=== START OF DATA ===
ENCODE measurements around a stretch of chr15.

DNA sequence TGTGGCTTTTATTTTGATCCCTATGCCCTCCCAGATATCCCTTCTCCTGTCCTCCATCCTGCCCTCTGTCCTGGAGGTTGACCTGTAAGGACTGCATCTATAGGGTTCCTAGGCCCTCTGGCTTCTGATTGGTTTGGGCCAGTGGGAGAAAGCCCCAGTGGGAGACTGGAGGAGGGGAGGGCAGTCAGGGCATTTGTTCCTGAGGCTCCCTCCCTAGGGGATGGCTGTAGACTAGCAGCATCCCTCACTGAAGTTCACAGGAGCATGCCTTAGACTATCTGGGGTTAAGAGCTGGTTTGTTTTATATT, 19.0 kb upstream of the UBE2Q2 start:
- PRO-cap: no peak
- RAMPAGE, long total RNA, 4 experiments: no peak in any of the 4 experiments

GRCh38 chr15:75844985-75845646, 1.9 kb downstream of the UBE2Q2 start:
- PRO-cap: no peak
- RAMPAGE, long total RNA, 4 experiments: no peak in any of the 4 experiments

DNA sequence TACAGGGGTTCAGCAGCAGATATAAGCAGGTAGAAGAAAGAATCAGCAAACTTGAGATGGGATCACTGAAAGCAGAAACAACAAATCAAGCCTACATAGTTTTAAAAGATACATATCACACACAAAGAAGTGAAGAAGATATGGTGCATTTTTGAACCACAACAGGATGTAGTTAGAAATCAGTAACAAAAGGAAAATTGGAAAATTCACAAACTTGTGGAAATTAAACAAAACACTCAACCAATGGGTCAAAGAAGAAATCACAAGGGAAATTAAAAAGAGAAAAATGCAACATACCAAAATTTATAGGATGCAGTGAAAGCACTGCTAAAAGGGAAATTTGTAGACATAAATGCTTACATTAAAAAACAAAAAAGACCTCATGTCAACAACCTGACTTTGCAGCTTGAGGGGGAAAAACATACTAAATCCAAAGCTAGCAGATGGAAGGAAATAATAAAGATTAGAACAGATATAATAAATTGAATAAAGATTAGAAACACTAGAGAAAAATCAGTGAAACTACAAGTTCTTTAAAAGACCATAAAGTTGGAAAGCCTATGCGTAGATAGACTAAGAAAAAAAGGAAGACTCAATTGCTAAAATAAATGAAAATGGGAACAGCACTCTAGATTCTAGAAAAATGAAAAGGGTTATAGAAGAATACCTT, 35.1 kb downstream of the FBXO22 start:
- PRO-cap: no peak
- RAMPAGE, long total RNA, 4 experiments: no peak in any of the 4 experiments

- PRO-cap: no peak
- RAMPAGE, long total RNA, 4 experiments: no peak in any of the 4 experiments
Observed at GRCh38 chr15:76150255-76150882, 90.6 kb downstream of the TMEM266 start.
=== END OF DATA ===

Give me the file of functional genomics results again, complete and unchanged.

ENCODE measurements around a stretch of chr15.

DNA sequence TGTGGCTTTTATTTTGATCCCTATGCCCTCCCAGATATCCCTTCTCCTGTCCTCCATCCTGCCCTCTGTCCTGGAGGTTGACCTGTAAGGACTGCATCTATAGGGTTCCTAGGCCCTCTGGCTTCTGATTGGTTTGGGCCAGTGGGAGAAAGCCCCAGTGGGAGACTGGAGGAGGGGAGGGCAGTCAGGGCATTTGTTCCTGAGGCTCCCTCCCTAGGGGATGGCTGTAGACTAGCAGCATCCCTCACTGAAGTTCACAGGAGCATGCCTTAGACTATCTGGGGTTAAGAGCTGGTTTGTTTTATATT, 19.0 kb upstream of the UBE2Q2 start:
- PRO-cap: no peak
- RAMPAGE, long total RNA, 4 experiments: no peak in any of the 4 experiments

GRCh38 chr15:75844985-75845646, 1.9 kb downstream of the UBE2Q2 start:
- PRO-cap: no peak
- RAMPAGE, long total RNA, 4 experiments: no peak in any of the 4 experiments

DNA sequence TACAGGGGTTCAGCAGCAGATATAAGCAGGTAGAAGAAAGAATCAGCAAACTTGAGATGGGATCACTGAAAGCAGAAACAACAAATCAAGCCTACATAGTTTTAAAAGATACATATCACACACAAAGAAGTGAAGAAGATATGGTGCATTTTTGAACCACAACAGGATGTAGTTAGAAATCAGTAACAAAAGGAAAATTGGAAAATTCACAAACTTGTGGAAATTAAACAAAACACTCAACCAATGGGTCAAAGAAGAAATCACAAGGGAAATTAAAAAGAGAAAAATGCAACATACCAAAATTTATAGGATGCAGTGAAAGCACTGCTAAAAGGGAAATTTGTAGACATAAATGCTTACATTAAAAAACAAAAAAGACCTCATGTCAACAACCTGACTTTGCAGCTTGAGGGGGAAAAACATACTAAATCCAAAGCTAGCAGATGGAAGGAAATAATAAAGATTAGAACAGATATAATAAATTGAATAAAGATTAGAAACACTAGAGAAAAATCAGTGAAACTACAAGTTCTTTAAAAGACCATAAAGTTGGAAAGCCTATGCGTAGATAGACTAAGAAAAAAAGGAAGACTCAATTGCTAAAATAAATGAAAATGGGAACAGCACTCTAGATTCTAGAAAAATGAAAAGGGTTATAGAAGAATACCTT, 35.1 kb downstream of the FBXO22 start:
- PRO-cap: no peak
- RAMPAGE, long total RNA, 4 experiments: no peak in any of the 4 experiments

- PRO-cap: no peak
- RAMPAGE, long total RNA, 4 experiments: no peak in any of the 4 experiments
Observed at GRCh38 chr15:76150255-76150882, 90.6 kb downstream of the TMEM266 start.